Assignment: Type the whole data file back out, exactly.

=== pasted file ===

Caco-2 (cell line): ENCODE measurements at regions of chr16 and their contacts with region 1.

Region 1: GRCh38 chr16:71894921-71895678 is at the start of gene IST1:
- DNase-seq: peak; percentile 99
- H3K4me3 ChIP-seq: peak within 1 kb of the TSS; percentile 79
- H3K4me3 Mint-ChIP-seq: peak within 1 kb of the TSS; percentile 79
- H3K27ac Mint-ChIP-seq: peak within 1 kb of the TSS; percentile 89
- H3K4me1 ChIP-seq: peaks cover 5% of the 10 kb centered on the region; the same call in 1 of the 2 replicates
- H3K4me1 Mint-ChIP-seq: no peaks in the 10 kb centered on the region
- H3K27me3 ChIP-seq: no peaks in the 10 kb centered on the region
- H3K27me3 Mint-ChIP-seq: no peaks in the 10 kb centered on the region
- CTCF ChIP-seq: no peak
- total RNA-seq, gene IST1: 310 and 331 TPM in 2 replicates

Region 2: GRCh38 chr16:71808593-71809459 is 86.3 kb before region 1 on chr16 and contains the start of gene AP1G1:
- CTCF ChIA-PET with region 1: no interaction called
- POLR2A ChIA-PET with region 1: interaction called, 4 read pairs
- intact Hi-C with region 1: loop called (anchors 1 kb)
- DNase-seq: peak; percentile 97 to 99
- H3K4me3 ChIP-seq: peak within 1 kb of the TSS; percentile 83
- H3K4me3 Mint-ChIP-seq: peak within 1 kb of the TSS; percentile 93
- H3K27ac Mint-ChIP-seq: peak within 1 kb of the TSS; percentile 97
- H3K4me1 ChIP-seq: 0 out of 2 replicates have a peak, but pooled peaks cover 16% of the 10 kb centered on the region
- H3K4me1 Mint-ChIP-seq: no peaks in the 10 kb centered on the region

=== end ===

Caco-2 (cell line): ENCODE measurements at regions of chr16 and their contacts with region 1.

Region 1: GRCh38 chr16:71894921-71895678 is at the start of gene IST1:
- DNase-seq: peak; percentile 99
- H3K4me3 ChIP-seq: peak within 1 kb of the TSS; percentile 79
- H3K4me3 Mint-ChIP-seq: peak within 1 kb of the TSS; percentile 79
- H3K27ac Mint-ChIP-seq: peak within 1 kb of the TSS; percentile 89
- H3K4me1 ChIP-seq: peaks cover 5% of the 10 kb centered on the region; the same call in 1 of the 2 replicates
- H3K4me1 Mint-ChIP-seq: no peaks in the 10 kb centered on the region
- H3K27me3 ChIP-seq: no peaks in the 10 kb centered on the region
- H3K27me3 Mint-ChIP-seq: no peaks in the 10 kb centered on the region
- CTCF ChIP-seq: no peak
- total RNA-seq, gene IST1: 310 and 331 TPM in 2 replicates

Region 2: GRCh38 chr16:71808593-71809459 is 86.3 kb before region 1 on chr16 and contains the start of gene AP1G1:
- CTCF ChIA-PET with region 1: no interaction called
- POLR2A ChIA-PET with region 1: interaction called, 4 read pairs
- intact Hi-C with region 1: loop called (anchors 1 kb)
- DNase-seq: peak; percentile 97 to 99
- H3K4me3 ChIP-seq: peak within 1 kb of the TSS; percentile 83
- H3K4me3 Mint-ChIP-seq: peak within 1 kb of the TSS; percentile 93
- H3K27ac Mint-ChIP-seq: peak within 1 kb of the TSS; percentile 97
- H3K4me1 ChIP-seq: 0 out of 2 replicates have a peak, but pooled peaks cover 16% of the 10 kb centered on the region
- H3K4me1 Mint-ChIP-seq: no peaks in the 10 kb centered on the region